The office of Gov. Paul LePage has issued what it calls some “clarifications” of statements LePage made about the state’s Medicaid program while taking part as a guest on Monday’s radio call-in program Maine Calling.
The governor has vetoed six different proposals to expand Medicaid, known as MaineCare, since 2013. But when confronted with the fact that those vetoes have left some 24,000 Mainers without access to coverage, LePage offered this defense:
“If that’s correct, then the formula that the federal government has put in is wrong,” LePage said. “Let me tell you why: The state of Maine (MaineCare) accepts people up to 200 percent of poverty. Medicaid is up to 138 percent of poverty. Maine does not get the extended benefit of the 90-10 percent. Everybody thinks we do. We don’t, we never did, we never will. The reason why is we expanded back in 2002.”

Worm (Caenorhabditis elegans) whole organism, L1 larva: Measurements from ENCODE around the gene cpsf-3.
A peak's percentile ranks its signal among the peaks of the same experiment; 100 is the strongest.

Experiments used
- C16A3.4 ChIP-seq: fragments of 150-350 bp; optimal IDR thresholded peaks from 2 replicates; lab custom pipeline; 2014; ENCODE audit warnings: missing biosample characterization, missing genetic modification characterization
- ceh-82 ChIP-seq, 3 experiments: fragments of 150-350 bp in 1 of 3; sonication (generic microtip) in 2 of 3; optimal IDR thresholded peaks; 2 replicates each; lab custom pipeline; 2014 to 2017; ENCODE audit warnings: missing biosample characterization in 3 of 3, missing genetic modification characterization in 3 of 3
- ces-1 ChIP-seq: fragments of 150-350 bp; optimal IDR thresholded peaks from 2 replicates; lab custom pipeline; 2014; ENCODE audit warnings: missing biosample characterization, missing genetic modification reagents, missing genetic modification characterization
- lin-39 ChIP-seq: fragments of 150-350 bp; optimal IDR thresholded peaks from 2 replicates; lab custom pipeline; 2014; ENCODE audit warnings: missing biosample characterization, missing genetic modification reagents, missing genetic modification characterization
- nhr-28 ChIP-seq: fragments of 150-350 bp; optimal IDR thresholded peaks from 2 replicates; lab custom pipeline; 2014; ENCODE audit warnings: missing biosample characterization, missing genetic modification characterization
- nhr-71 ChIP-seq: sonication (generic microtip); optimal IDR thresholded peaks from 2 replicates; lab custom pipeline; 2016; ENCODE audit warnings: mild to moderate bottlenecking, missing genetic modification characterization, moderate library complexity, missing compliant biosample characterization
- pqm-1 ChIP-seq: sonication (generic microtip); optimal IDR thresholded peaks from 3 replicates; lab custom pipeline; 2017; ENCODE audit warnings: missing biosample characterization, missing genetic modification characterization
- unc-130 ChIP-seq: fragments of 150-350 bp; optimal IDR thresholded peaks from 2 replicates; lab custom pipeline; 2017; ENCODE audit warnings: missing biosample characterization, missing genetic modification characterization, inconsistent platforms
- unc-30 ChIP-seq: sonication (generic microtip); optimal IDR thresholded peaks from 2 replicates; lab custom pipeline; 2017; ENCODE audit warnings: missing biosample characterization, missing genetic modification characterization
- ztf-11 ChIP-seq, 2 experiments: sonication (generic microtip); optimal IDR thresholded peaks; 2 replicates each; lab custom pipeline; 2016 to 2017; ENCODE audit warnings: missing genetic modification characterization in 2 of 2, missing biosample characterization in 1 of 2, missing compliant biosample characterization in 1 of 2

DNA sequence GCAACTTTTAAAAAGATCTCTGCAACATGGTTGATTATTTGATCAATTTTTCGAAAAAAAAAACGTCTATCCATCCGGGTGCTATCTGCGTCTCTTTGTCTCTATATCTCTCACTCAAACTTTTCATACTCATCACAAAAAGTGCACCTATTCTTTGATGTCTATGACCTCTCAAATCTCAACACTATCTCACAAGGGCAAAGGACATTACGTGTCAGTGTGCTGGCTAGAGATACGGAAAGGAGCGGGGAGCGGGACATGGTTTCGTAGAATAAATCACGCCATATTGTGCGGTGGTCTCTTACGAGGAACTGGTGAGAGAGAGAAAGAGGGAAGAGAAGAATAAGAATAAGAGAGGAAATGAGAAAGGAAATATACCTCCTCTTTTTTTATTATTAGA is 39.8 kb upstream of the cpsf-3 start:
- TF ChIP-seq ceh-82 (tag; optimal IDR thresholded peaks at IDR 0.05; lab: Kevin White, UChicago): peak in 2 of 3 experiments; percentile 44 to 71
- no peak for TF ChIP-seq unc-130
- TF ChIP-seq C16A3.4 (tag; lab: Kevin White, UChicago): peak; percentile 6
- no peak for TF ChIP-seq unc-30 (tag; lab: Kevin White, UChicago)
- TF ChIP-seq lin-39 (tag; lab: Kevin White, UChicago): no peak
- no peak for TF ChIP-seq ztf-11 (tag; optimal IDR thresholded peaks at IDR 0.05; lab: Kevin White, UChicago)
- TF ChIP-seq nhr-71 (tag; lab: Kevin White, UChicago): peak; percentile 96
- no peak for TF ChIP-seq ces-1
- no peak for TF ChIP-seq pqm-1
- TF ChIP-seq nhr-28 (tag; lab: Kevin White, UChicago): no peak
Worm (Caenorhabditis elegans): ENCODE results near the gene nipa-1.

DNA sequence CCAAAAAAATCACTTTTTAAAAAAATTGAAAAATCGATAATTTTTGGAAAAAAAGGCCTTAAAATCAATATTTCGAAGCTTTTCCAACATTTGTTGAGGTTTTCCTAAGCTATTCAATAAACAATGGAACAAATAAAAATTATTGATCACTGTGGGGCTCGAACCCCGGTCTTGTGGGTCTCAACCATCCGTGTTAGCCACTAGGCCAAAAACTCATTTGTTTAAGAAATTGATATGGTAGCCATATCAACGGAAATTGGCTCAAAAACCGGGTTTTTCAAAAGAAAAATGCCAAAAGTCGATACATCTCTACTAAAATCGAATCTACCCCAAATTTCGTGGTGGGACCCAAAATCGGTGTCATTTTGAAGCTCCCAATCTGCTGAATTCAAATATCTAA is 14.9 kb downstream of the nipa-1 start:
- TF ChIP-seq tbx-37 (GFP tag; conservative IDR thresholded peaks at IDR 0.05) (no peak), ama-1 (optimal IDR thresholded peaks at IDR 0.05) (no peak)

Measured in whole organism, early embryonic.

That’s a lot of technical jargon. But the governor essentially argued that because the state expanded eligibility of its MaineCare program in 2002, it would not qualify for 100 percent federal reimbursement for the first three years of expansion and 90 percent thereafter.
As the administration now admits, that’s not quite correct. It’s true that if the state were to expand Medicaid, it would receive only 62 percent reimbursement for enrolled parents who earn between 100 percent and 138 percent of the federal poverty level. But the state would qualify for the full reimbursement for the rest of the expansion population. That’s about 60,000 Mainers. It also means that people who earn up to $15,856 per year would qualify for MaineCare if the state expanded.
Now many of those people neither qualify for MaineCare, nor the heavily subsidized coverage available in the health care law. LePage appeared to question the existence of this coverage gap when confronted by a caller. But it exists, and, according to the Kaiser Family Foundation, 24,000 Mainers don’t have coverage because of it.
When Congress passed the Affordable Care Act, it made Medicaid expansion mandatory. But the U.S. Supreme Court struck down that provision in 2012, leaving the decision to the states. Maine is one of 19 states that has thus far opted out. And it is one of the 19 states with a coverage gap.
This article appears through a media partnership with Maine Public Broadcasting Network.